Economic justice can be broken down into several parts. In the Office of Life & Justice, we focus on poverty, housing, hunger, and work.
Poverty: When people live in poverty, their ability to advocate for themselves or any of their other rights and needs breaks down. Within the Catholic Church, we take the call to engage in service and lift up people out of situations of poverty seriously. Catholic Social Teaching instructs us in a “preferential option for the poor” which prioritizes the well-being of the poor and powerless. Poverty itself is multifactorial, and we partner with many in the community in educating about those factors and helping our parishes address those for their congregations.
Housing: Fair housing involves access to affordable housing and just rental and buying practices. Those who are houseless face barriers of exposure, access to services, and transportation, besides stigma faced due to reasons of houselessness.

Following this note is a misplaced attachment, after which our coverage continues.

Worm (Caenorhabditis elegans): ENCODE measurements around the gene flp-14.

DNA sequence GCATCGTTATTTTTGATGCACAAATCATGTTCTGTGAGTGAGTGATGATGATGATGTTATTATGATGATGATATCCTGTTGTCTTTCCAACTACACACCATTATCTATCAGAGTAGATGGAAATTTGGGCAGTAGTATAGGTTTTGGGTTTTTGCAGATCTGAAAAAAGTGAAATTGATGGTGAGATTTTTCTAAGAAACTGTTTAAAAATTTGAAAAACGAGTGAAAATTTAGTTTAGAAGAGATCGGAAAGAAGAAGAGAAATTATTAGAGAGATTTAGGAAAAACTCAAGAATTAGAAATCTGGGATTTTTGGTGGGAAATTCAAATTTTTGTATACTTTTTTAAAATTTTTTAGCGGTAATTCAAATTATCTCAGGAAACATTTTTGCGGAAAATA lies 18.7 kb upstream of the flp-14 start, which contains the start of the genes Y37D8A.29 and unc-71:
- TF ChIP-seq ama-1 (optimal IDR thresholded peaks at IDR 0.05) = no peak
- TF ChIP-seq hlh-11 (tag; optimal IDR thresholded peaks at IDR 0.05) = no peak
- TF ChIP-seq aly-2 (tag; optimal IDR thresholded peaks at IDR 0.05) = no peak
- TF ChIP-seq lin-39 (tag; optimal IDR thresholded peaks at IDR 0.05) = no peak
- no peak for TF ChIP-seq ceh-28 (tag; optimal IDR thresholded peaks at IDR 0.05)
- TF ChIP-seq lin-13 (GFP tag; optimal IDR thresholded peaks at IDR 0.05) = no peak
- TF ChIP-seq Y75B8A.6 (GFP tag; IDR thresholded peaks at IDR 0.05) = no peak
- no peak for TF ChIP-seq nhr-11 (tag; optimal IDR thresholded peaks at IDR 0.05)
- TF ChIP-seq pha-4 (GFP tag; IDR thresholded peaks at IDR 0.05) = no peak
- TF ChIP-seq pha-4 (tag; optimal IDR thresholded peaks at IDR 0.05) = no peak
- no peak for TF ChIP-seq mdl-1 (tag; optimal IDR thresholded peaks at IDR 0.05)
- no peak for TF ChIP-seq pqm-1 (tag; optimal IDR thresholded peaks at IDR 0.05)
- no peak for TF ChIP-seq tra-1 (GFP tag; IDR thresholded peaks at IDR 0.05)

Hunger: Every human life is sacred and deserves the right to food to nourish their bodies and sustain their life. Food is not only a physical need, it is how humans have gathered together in community for millennia, and most notably in the gift of the Eucharist.
Work: Popes of the past two centuries have particularly noted not only the right to work but the right to work in decent conditions, with fair pay, and without coercion. Work is often a means of sanctification and gives a certain amount of meaning to our lives; through it we can join in Christ’s salvific work.
Early Church Fathers
Encyclicals and Other Letters
(Economic justice in general, not split into categories)